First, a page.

• The most important of the women's organizations of the time was the All India Women's Conference. Though its initial efforts were directed towards improving female education, its scope later extended to include a host of women's issues such as women's franchise, inheritance rights.

B.Period of Post-Independence: The Constitution of India enlisted in 1950 which permitted equal rights to men and women. Rights such as the right to vote, right to education, right to enter into public service, and political offices brought in satisfaction among women's groups. In this period, there was limited activity in the area of women's rights. Many women's organizations such as the National Federation of Indian Women (1954) the Samajwadi Mahila Sabha (1559) were formed to work for supporting the cause of Indian women. Since the country was facing a social, political crisis after British rule, many demands of the women activists were not supported by the Government. But during this period from 1945, the Indian women got an opportunity to participate in confrontational politics.

In post-independent India, the women's crusade was divided, as the common opponent, foreign rule, was no longer there. Some of the women leaders formally joined the Indian National Congress and took a powerful position as Ministers, Governors, and Ambassadors. Free India's Constitution gave universal adult franchise and by the mid-fifties, India had fairly liberal laws concerning women. Most of the demands of the women's movement had been met and there seemed few issues left to organize around. Women's organizations now observed that there was an issue of implementation and consequently there was a pause in the women's movement.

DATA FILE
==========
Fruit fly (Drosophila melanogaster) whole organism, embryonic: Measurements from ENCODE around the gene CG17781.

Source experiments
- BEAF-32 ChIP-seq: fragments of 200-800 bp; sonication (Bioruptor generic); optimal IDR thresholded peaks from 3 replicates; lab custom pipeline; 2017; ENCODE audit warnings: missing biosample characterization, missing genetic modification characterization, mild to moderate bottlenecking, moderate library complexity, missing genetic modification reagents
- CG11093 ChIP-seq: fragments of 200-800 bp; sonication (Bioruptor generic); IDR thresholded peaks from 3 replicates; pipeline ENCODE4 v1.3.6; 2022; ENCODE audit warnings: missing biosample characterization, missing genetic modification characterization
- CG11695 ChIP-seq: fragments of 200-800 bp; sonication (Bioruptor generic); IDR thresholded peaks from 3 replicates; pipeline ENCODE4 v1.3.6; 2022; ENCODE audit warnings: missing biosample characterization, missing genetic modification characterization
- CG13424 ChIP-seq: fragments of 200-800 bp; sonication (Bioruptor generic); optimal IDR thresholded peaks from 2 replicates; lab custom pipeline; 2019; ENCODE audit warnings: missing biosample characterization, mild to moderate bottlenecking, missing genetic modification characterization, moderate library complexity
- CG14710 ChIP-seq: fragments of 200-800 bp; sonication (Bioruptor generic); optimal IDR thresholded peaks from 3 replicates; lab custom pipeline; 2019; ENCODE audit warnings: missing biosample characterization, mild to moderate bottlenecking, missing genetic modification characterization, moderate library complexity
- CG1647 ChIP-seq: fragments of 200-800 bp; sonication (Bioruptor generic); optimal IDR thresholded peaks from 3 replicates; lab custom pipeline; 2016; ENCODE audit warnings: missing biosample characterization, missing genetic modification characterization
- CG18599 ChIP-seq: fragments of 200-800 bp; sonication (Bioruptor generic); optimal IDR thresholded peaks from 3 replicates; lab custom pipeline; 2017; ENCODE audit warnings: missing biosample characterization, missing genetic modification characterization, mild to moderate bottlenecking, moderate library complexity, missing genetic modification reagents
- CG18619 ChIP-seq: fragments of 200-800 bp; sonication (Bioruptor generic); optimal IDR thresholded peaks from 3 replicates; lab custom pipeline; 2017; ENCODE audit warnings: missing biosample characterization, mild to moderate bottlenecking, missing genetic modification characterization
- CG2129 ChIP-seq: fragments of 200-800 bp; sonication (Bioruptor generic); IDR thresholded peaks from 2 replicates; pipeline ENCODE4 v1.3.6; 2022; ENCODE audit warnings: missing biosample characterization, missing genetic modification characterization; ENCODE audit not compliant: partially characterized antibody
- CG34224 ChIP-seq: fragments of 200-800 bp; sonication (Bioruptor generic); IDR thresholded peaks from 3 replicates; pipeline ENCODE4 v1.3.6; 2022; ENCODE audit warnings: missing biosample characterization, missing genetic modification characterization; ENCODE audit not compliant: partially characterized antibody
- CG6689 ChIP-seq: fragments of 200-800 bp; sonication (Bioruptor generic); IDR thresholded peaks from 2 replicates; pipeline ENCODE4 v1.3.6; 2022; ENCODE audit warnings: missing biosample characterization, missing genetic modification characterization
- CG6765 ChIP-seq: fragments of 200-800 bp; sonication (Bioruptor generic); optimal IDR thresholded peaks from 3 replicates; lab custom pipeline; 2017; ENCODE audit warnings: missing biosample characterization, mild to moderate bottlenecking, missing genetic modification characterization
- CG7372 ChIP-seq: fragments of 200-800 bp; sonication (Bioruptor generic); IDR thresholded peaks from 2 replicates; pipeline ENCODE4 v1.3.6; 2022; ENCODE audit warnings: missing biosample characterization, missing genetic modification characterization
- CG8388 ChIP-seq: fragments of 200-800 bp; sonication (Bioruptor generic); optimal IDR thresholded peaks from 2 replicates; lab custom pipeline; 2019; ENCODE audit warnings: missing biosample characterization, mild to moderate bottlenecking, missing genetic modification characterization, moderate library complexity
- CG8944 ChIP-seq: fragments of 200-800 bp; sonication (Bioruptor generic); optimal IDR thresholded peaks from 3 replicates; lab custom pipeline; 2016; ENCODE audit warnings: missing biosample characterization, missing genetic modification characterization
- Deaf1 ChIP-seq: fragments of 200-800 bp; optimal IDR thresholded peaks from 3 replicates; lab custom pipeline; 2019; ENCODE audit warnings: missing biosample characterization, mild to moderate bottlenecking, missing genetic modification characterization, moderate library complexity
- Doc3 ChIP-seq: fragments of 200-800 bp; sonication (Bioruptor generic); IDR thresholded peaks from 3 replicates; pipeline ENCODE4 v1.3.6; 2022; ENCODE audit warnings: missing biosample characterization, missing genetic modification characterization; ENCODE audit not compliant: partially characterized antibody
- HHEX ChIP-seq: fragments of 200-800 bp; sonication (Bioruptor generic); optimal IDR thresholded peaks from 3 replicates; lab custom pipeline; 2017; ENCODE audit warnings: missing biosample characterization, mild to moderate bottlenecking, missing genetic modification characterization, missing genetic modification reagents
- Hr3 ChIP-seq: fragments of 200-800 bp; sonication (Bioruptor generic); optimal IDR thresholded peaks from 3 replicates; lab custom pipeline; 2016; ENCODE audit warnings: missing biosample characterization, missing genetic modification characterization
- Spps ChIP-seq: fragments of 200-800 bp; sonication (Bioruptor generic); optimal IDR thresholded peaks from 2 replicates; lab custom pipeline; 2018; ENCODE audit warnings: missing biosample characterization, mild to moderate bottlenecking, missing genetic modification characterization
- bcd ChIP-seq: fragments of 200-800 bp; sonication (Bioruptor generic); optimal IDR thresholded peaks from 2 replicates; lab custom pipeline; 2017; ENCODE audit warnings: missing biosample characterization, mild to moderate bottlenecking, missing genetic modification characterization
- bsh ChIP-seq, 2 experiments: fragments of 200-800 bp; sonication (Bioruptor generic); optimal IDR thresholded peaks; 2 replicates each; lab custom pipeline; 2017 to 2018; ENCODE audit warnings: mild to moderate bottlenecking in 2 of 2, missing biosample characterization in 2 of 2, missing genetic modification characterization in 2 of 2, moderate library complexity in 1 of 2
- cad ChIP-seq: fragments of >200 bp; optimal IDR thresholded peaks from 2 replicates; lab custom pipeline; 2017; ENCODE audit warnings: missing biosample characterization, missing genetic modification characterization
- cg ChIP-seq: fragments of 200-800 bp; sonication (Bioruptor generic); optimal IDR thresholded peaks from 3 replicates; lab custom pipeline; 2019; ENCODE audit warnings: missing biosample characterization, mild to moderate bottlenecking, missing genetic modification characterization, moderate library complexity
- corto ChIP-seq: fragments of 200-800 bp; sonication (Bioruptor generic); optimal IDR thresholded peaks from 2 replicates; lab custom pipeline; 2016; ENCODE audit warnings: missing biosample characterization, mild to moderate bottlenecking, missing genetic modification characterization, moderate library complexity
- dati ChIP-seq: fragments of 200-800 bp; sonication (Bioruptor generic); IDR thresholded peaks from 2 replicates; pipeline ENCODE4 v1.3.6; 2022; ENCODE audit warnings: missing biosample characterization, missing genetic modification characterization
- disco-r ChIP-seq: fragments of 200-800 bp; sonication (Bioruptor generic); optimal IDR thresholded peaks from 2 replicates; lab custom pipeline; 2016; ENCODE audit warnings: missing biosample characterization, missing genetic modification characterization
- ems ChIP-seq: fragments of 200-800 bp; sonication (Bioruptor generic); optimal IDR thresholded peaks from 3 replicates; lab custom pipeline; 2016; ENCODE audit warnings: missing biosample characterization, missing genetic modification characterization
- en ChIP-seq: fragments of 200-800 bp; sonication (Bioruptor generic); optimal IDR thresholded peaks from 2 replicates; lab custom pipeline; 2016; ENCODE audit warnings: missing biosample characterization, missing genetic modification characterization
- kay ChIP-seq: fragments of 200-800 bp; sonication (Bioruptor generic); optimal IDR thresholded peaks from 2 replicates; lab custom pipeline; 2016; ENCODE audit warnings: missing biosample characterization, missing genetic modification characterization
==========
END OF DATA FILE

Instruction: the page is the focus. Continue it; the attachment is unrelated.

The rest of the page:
Women displeased with the status quo joined struggles for the rural poor and industrial working class such as the Tebhaga movement in Bengal, the Telangana movement in Andhra Pradesh, or the Naxalite movement. Shahada, which acquired its name from the area in which it occurred, in Dhulia district in Maharashtra, was a tribal landless laborer’s movement against landlords. Women actively participated and led demonstrations, developed and yelled militant slogans, and mobilized the masses. As women's belligerency developed, gender-based issues were raised.

In the meantime, in Ahmedabad, the first attempt at a women's trade union was made with the establishment of the Self Employed Women's Association (SEWA) at the initiative of Ela Bhat in 1972. The major objective was to improve the condition of poor women who worked in the unorganized sector by providing training, technical aid, and collective bargaining. Based on Gandhian ideals, SEWA has been a remarkable success.

The Nav Nirman movement, initially a student's movement in Gujarat against rising prices, black marketing, and dishonesty launched in 1974 was soon joined by the huge number of middle-class women. Their method of protest reached from mass hunger strikes, mock funerals, and Prabhat pheris.